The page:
This civilisation is finished: so what is to be done?

12 02 2019

Rupert Read, Environmental Philosopher and Chair of Green House Think Tank. The Paris Agreement explicitly commits us to use non-existent, utterly reckless, unaffordable and ineffective ‘Negative Emissions Technologies’ which will almost certainly fail to be realised. Barring a multifaceted miracle, within a generation, we will be facing an exponentially rising tide of climate disasters that will bring this civilization down. We, therefore, need to engage with climate realism.

This means an epic struggle to mitigate and adapt, an epic struggle to take on the climate-criminals and, notably, to start planning seriously for civilizational collapse. Dr Rupert Read is a Reader in Philosophy at the University of East Anglia. Rupert is a specialist in Wittgenstein, environmental philosophy, critiques of Rawlsian liberalism, and philosophy of film. His research in environmental ethics and economics has included publications on problems of ‘natural capital’ valuations of nature, as well as pioneering work on the Precautionary Principle.

Recently, his work was cited by the Supreme Court of the Philippines in their landmark decision to ban the cultivation of GM aubergine. Rupert is also chair of the UK-based post-growth think tank, Green House, and is a former Green Party of England & Wales councillor, spokesperson, European parliamentary candidate and national parliamentary candidate. He stood as the Green Party MP-candidate for Cambridge in 2015.

About the series Shed A Light is a series of talks that seek to present alternative framings of future human-nature interactions and the pragmatic solution pathways that we could take to get there. By recognising the interlinkages between struggles for ecological, social and economic justice in addition to the desperate need for immediate societal transformation, Shed A Light aims to engage everyone with the green agenda and prompt broad-based discussions on sustainability issues. Filmed at Churchill College, 7 November 2018.





Why is emergency-scale climate action necessary?

24 09 2016

From climatecodered.org

The world now faces a climate emergency. Our scientists tell us. We know it. Slowly the political elite are realising that the current international climate policy-making paradigm is dying of failure. Recognition of the climate emergency is now written into the platform for the Democratic Party for the 2016 US presidential election.

So how does our scientific understanding guide as to constructing a new way of looking at the challenge, as to what is happening, what is safe, and how we should respond? The Victorian Climate Action Network held a workshop on these questions on 11 September 2016. The slides below were the contribution by David Spratt to the first session, which asked the question ‘Why is emergency-scale action necessary?’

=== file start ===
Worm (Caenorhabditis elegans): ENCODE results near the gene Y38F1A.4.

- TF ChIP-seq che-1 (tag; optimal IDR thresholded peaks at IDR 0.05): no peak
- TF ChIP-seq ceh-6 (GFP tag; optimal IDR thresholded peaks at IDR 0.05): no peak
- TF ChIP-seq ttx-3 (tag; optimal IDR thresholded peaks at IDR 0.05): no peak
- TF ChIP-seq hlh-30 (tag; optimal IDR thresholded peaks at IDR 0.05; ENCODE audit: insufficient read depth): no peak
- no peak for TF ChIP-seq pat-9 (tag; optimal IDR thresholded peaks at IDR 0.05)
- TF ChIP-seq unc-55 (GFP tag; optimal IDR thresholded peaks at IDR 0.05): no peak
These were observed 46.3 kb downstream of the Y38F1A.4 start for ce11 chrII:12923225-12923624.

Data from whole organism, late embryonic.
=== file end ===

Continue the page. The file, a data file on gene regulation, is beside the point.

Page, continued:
Slides





Scientists: Window for avoiding 1.5C global warming ‘seems to have closed’

5 07 2016

Even as our new Senator Pauline Hanson wants a Royal Commission into Climate Science…….

Global greenhouse gas emissions as implied by INDCs compared to no-policy baseline, current-policy and 2°C scenarios. White lines show the median of each range. The white dashed line shows the median estimate of what the INDCs would deliver if all conditions are met. The 20th–80th-percentile ranges are shown for the no-policy baseline and 2°C scenarios. Graphic: Rogelj, et al., 2016 / Nature

By Megan Darby
29 June 2016

(Climate Change News) – Scientists have bad news for people on the front line of climate change impacts.

The 1.5C global warming limit vulnerable countries fought hard to include in the Paris Agreement may already be out of reach.

There is slim chance of stabilising temperature rise at that level without controversial negative emissions technology, according to a study published inNature.

“The window for limiting warming to below 1.5C with high probability and without temporarily exceeding that level already seems to have closed,” the report found.

It is a blow for those living near the coast of Bangladesh or low-lying islands like Kiribati, which is preparing for an exodus as rising seas swallow homes.

Coral reefs dying and tropical heatwaves are also expected to kick in at moderate levels of global warming, affecting millions of people worldwide.

In the most up-to-date analysis available, researchers found national climate pledges were consistent with temperature rise of 2.6-3.1C above pre-industrial levels. [more]

Scientists: Window for avoiding 1.5C global warming ‘closed’


ABSTRACT: The Paris climate agreement aims at holding global warming to well below 2 degrees Celsius and to “pursue efforts” to limit it to 1.5 degrees Celsius. To accomplish this, countries have submitted Intended Nationally Determined Contributions (INDCs) outlining their post-2020 climate action. Here we assess the effect of current INDCs on reducing aggregate greenhouse gas emissions, its implications for achieving the temperature objective of the Paris climate agreement, and potential options for overachievement. The INDCs collectively lower greenhouse gas emissions compared to where current policies stand, but still imply a median warming of 2.6–3.1 degrees Celsius by 2100. More can be achieved, because the agreement stipulates that targets for reducing greenhouse gas emissions are strengthened over time, both in ambition and scope. Substantial enhancement or over-delivery on current INDCs by additional national, sub-national and non-state actions is required to maintain a reasonable chance of meeting the target of keeping warming well below 2 degrees Celsius.

Paris Agreement climate proposals need a boost to keep warming well below 2 °C [pdf]





Paris Agreement: Twelve Days That Damned Our World?

15 01 2016

An excellent article from Boomer Warrior.  May the looming crisis save us from ourselves, because the powers that be sure as hell won’t……

Paris Agreement: Twelve Days That Damned Our World, boomer warrior

The world is ruled by those who show up. And world leaders did show up last December in Paris to sign the first climate agreement that would shape climate action for decades to come and perhaps to the end of this century. After 20 years of international climate negotiations, The Paris Agreement was formally adopted on December 12, 2015. So, will the Paris Agreement save the planet or has it damned our world?

“This is truly a historic moment…For the first time, we have a truly universal agreement on climate change, one of the most crucial problems on earth.” (United Nations secretary general, Ban Ki-moon)